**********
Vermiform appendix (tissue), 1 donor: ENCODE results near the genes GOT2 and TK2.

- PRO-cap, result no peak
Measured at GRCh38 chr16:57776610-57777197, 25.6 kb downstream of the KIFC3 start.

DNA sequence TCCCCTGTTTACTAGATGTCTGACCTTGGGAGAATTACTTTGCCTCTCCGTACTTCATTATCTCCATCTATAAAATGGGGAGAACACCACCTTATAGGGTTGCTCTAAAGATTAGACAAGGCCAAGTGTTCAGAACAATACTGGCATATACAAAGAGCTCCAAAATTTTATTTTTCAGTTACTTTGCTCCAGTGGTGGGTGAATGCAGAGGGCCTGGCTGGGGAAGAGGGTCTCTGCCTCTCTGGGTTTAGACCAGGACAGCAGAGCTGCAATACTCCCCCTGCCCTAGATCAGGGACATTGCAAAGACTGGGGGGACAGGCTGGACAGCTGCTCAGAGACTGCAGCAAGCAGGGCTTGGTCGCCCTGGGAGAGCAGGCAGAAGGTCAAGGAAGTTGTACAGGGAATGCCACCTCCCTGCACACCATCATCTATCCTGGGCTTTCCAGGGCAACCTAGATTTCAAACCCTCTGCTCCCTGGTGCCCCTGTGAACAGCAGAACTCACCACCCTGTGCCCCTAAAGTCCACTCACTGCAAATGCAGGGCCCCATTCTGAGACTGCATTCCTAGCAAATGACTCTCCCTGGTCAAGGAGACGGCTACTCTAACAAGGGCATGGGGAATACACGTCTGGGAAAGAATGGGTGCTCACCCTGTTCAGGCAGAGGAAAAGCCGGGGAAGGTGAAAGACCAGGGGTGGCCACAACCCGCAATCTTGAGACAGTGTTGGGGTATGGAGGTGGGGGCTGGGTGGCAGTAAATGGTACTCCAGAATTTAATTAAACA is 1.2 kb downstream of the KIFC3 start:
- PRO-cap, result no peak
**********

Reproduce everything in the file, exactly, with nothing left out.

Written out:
Vermiform appendix (tissue), 1 donor: ENCODE results near the genes GOT2 and TK2.

- PRO-cap, result no peak
Measured at GRCh38 chr16:57776610-57777197, 25.6 kb downstream of the KIFC3 start.

DNA sequence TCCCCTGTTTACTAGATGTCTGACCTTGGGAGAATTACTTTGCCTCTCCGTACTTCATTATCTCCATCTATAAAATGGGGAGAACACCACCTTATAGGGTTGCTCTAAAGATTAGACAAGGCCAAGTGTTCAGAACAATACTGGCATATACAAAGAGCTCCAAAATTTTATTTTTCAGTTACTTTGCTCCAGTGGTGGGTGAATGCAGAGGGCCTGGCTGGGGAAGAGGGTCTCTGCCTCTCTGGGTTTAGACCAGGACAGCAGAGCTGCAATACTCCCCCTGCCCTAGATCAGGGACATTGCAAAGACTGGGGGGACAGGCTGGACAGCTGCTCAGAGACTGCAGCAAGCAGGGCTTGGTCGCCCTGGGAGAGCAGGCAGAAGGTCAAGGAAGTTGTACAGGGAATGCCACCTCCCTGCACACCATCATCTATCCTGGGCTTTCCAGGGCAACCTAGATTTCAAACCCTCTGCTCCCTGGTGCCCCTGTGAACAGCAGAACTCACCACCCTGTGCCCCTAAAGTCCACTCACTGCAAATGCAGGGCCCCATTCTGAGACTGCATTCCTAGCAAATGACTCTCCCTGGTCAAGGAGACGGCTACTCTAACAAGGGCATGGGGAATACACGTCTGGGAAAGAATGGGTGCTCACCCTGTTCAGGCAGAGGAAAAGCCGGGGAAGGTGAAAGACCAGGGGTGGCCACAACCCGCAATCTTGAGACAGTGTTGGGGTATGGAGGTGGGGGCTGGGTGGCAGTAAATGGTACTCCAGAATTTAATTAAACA is 1.2 kb downstream of the KIFC3 start:
- PRO-cap, result no peak